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Researchers discover genetic variation offers Alzheimer’s disease clues

A new study conducted by researchers at the University of Eastern Finland discovered that the APP A673T genetic variant, which protects against Alzheimer’s disease (AD), alters levels of several proteins and peptides linked to amyloid-beta metabolism in human biofluids and cell culture models, including amyloid beta itself. 

These new data support the idea that even a modest reduction in the beta-amyloidogenic processing of APP may be a feasible strategy for the prevention of Alzheimer’s disease.

Alzheimer’s disease is the most common form of dementia with more than 40 million affected people worldwide. Two of the key pathological features of AD are amyloid plaques, composed of toxic amyloid-beta (Aβ) peptides, and neurofibrillary tangles, consisting of hyperphosphorylated tau protein. Even though these molecular characteristics have been known for decades, there have been many setbacks in the development of therapies for an effective prevention or treatment of Alzheimer’s disease. 

However, recent clinical trials targeting different steps of Aβ aggregation have shown promise in slowing down the disease progression. Aβ is part of the amyloid precursor protein (APP) and it is generated upon the sequential proteolytic cleavage of APP. In 2012, researchers from Iceland discovered a genetic variant within the APP gene that protects its carriers from AD. Consequently, a previous study conducted at the University of Eastern Finland found that carriers of the APP A673T variant show lower levels of Aβ in the plasma as compared to control individuals. As the discovered APP A673T variant is very rare and almost exclusively found in Nordic populations, there are only a few studies on its effects and mechanisms.

Study details

In the present study, the researchers analyzed cerebrospinal fluid (CSF) and plasma of APP A673T carriers and control individuals using mass spectrometry-based proteomics, which allows the identification of changes in protein levels between the study groups in an unbiased manner. The APP A673T variant was introduced into 2D and 3D neuronal cell culture models together with pathogenic APP mutations. The study reports for the first time, the protective effects of the APP A673T variant against AD-related alterations in the CSF, plasma, and brain biopsy samples from carriers of the genetic variant.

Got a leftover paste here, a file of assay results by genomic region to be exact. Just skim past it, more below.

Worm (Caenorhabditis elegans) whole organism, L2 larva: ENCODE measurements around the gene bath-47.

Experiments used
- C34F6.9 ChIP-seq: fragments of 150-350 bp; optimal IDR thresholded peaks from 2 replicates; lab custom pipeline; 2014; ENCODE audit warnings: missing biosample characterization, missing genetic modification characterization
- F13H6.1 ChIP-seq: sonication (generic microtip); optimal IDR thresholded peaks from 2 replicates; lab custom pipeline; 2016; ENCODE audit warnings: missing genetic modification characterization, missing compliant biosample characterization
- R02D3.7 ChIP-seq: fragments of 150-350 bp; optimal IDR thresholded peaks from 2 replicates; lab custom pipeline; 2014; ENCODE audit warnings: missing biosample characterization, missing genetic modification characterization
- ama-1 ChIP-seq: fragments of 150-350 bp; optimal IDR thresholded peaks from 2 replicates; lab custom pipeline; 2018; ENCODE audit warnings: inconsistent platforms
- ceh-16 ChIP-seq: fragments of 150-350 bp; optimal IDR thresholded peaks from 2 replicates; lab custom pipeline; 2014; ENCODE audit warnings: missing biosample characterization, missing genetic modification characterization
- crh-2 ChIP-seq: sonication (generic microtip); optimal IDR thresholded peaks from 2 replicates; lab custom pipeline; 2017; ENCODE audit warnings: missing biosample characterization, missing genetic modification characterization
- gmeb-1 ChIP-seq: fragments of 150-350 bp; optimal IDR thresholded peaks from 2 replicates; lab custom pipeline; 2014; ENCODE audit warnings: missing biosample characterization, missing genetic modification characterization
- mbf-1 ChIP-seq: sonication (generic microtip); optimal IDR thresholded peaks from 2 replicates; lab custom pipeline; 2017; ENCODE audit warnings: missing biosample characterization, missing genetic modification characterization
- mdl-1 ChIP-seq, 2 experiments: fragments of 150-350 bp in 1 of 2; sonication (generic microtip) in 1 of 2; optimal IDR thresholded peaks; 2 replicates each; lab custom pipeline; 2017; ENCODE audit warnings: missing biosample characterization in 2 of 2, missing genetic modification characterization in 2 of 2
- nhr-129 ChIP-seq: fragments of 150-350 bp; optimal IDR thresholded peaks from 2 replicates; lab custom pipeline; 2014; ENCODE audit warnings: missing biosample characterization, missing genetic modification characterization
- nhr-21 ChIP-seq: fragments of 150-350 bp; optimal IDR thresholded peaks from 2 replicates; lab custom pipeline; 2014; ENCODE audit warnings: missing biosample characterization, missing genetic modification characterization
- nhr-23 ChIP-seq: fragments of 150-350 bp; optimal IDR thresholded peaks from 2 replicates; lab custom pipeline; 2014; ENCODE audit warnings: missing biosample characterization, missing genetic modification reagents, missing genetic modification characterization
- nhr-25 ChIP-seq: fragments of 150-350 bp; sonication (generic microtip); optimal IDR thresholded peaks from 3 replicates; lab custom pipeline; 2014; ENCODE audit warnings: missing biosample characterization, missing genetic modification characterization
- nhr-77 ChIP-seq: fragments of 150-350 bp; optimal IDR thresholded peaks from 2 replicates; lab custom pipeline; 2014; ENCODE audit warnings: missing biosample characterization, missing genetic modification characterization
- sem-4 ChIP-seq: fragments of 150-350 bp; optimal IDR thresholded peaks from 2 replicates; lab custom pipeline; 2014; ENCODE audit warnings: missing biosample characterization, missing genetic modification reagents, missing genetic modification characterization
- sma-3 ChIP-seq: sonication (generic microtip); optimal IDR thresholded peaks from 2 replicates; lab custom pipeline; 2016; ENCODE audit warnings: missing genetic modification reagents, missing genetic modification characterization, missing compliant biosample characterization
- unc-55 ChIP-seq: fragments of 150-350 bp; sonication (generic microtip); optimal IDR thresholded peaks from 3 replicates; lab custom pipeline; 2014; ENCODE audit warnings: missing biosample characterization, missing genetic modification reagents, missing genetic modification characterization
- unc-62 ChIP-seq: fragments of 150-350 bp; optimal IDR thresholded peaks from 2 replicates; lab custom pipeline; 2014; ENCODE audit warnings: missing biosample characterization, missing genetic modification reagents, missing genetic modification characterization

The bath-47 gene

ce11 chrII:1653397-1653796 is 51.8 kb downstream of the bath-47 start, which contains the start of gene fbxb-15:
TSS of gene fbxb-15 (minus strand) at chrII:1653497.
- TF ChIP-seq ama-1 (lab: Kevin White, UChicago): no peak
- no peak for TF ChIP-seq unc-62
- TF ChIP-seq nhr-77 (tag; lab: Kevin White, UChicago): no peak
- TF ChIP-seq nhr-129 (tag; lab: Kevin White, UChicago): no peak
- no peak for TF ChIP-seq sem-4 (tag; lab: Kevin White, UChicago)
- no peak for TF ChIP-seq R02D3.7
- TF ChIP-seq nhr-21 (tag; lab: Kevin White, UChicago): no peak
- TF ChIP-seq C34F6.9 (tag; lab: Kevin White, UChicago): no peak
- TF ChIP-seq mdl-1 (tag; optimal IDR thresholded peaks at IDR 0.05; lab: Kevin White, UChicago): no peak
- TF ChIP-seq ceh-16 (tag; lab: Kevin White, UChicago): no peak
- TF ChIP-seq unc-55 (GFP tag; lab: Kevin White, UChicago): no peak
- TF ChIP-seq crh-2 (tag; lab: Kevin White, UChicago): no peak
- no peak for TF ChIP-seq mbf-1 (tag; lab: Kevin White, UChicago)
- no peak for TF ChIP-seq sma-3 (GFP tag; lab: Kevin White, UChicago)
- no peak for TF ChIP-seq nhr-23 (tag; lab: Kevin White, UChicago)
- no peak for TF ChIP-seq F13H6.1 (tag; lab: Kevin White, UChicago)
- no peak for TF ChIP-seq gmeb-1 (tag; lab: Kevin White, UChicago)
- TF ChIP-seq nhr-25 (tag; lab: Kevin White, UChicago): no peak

The CSF levels of Aβ42 and soluble APP-beta (sAPPβ), which is another metabolite of beta-amyloidogenic processing of APP, were significantly decreased in APP A673T carriers as compared to well-matched controls not carrying the protective variant. The unbiased proteomics approach from CSF and plasma samples of APP A673T carriers identified differences in the levels of several proteins and peptides that are intimately involved in protein phosphorylation, inflammation, and mitochondrial function. Importantly, some of the identified key targets showed inverse correlation in the postmortem brain tissue from AD patients in relation to the severity of the disease.

In 2D and 3D neuronal cell culture models expressing two strong AD-causing APP mutations, the introduction of the APP A673T variant resulted in robust changes in APP processing products. In line with the results from CSF, particularly the levels of sAPPβ were lower in all the models expressing APP A673T, often accompanied by decreased levels of Aβ42. These results demonstrate the effectiveness of the protective APP A673T variant to shift APP processing from beta-amyloidogenic toward the non-amyloidogenic pathway even in the presence of two pathogenic APP mutations.

A feasible strategy for the prevention of Alzheimer’s

In summary, these findings emphasize that even a modest reduction in the beta-amyloidogenic processing of APP could be a feasible strategy for the prevention of Alzheimer’s disease. Furthermore, unbiased proteomics analyses highlighted specific targets and pathways, which may play a key role in AD progression. The results were published in Neurobiology of Disease.

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